Still, the People's Bank of China and other arms of the government will likely directly intervene to inject liquidity into the system if Chinese banks ever face a financial crunch due to the current overextension of debt, averting any financial crisis.
"In many ways it is hard for China to have a spontaneous crisis, because unlike an open economy such as the U.S., all parts of the system are controlled by the government," said Arjun Divecha, head of emerging markets at GMO LLC.
The mortgage crisis that emanated from the U.S. reverberated into a full-blown global financial crisis in 2008-2009, but China's exponential debt growth is likely to be less infectious.
"If the global financial crisis was more akin to the flu, a China financial crisis would be more akin to Ebola," Rohr said. "The flu annually kills many more people than Ebola. That is not because it's more dangerous, it's because it's more infectious."
The global financial crisis spread through international markets because banks across the globe held U.S. mortgage debt on their balance sheets. By contrast, the global financial system has far less exposure to the Chinese banking system, and so it’s harder to catch a China crisis disease.
What is likely to come out of China is a productivity crisis, experts say, where repeated government efforts to stimulate the economy to prop up overleveraged banks and companies will exert a drag on productivity as capital and labor will persistently be misallocated.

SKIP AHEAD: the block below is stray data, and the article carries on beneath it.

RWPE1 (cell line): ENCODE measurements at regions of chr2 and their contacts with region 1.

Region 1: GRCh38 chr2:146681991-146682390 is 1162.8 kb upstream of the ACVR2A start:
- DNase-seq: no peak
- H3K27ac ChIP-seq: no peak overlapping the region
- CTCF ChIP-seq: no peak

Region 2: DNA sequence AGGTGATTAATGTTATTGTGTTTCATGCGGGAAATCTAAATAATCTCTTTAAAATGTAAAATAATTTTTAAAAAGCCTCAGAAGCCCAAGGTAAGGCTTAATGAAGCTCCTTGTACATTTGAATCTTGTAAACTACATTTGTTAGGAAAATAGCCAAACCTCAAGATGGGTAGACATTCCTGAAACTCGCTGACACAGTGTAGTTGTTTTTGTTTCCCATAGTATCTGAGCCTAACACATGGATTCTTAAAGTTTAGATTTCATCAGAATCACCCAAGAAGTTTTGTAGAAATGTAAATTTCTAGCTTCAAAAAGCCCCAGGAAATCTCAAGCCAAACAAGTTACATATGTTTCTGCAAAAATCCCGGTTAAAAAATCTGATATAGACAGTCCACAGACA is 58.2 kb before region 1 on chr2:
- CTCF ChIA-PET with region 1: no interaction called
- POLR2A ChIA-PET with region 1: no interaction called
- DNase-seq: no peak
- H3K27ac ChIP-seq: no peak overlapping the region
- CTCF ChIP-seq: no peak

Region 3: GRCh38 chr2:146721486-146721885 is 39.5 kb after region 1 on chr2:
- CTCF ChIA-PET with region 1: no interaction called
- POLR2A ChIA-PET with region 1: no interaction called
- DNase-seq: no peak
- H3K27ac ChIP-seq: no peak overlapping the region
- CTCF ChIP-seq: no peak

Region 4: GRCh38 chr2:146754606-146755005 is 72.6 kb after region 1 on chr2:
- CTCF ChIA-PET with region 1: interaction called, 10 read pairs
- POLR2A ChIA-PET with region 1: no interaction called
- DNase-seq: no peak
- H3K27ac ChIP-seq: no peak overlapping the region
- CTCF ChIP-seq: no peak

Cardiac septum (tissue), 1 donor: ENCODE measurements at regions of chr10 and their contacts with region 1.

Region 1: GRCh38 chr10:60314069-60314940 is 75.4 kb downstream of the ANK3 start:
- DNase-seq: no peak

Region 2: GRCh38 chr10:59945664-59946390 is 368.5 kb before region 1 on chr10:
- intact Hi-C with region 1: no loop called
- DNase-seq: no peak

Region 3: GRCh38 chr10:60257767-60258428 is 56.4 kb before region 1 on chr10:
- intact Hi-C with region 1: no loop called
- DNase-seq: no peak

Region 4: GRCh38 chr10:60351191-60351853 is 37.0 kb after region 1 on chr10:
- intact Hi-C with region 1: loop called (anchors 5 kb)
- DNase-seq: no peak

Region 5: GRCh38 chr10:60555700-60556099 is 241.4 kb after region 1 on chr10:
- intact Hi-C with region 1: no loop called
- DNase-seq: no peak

"It could become a Japan-type scenario, muddling through for years to come," Rohr added.
Trump, Trade, and Investment
The biggest external unknown for China this year is the new president of the United States. During his election campaign, President Donald Trump threatened to slap a 45% tax on Chinese imports. Now at the helm of China's biggest trading partner, he will need a procedural excuse to do so, but in the meantime his strong stance could give the U.S. a firmer footing in trade negotiations.
"What Trump is saying to the Chinese is that he is going to try to force them to choose between nationalism and mercantilism," Divecha said.